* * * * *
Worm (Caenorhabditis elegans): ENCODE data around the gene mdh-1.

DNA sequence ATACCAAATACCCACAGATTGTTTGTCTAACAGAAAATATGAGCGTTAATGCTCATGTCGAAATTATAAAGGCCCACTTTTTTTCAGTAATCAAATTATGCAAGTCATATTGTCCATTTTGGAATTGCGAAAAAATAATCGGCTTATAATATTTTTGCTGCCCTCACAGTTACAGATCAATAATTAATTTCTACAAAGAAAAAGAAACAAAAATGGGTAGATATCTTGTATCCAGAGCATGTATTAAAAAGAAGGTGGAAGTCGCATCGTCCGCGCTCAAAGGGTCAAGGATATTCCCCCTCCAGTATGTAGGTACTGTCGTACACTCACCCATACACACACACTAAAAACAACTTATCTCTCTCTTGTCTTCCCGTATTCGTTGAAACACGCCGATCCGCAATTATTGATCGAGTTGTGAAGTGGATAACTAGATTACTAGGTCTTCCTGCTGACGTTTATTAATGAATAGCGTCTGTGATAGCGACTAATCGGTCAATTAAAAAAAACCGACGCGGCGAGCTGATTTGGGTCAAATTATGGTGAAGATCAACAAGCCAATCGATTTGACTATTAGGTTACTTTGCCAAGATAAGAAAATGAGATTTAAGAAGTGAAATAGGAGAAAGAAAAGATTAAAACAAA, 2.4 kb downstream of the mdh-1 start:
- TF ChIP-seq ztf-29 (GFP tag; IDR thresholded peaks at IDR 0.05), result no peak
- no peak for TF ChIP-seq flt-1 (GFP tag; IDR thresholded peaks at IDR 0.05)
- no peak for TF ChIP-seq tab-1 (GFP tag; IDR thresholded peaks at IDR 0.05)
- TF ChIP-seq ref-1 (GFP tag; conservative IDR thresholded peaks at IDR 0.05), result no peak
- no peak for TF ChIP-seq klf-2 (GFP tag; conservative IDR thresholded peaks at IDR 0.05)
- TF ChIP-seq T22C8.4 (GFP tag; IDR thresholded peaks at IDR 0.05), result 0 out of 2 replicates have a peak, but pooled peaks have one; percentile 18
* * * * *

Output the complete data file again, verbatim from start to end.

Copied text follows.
Worm (Caenorhabditis elegans): ENCODE data around the gene mdh-1.

DNA sequence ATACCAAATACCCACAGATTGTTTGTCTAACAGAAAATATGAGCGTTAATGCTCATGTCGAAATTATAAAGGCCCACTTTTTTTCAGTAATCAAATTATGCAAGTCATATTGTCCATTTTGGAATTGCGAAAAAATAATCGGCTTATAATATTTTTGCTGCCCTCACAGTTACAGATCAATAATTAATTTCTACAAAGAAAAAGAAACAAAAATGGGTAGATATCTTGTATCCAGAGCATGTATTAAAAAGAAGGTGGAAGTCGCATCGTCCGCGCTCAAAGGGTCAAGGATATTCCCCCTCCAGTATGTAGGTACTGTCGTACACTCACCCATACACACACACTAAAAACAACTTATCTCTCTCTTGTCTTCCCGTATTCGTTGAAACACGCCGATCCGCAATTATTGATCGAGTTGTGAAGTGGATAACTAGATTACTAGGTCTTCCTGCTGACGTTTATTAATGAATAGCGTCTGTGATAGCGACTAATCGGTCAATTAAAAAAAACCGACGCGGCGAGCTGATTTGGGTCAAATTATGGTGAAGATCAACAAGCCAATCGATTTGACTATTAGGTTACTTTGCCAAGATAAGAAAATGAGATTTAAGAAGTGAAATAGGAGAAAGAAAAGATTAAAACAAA, 2.4 kb downstream of the mdh-1 start:
- TF ChIP-seq ztf-29 (GFP tag; IDR thresholded peaks at IDR 0.05), result no peak
- no peak for TF ChIP-seq flt-1 (GFP tag; IDR thresholded peaks at IDR 0.05)
- no peak for TF ChIP-seq tab-1 (GFP tag; IDR thresholded peaks at IDR 0.05)
- TF ChIP-seq ref-1 (GFP tag; conservative IDR thresholded peaks at IDR 0.05), result no peak
- no peak for TF ChIP-seq klf-2 (GFP tag; conservative IDR thresholded peaks at IDR 0.05)
- TF ChIP-seq T22C8.4 (GFP tag; IDR thresholded peaks at IDR 0.05), result 0 out of 2 replicates have a peak, but pooled peaks have one; percentile 18